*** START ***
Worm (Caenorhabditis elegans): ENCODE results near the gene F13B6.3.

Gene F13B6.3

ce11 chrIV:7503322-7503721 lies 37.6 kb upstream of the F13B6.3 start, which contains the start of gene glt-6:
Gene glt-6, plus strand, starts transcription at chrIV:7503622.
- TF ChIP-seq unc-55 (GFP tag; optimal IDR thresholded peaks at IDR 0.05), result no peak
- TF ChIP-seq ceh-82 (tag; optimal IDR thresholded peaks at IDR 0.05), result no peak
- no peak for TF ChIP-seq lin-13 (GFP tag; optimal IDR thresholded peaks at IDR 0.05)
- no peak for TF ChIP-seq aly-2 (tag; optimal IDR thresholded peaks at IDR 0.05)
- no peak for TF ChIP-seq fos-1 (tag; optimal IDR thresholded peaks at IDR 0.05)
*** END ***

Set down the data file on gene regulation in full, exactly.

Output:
Worm (Caenorhabditis elegans): ENCODE results near the gene F13B6.3.

Gene F13B6.3

ce11 chrIV:7503322-7503721 lies 37.6 kb upstream of the F13B6.3 start, which contains the start of gene glt-6:
Gene glt-6, plus strand, starts transcription at chrIV:7503622.
- TF ChIP-seq unc-55 (GFP tag; optimal IDR thresholded peaks at IDR 0.05), result no peak
- TF ChIP-seq ceh-82 (tag; optimal IDR thresholded peaks at IDR 0.05), result no peak
- no peak for TF ChIP-seq lin-13 (GFP tag; optimal IDR thresholded peaks at IDR 0.05)
- no peak for TF ChIP-seq aly-2 (tag; optimal IDR thresholded peaks at IDR 0.05)
- no peak for TF ChIP-seq fos-1 (tag; optimal IDR thresholded peaks at IDR 0.05)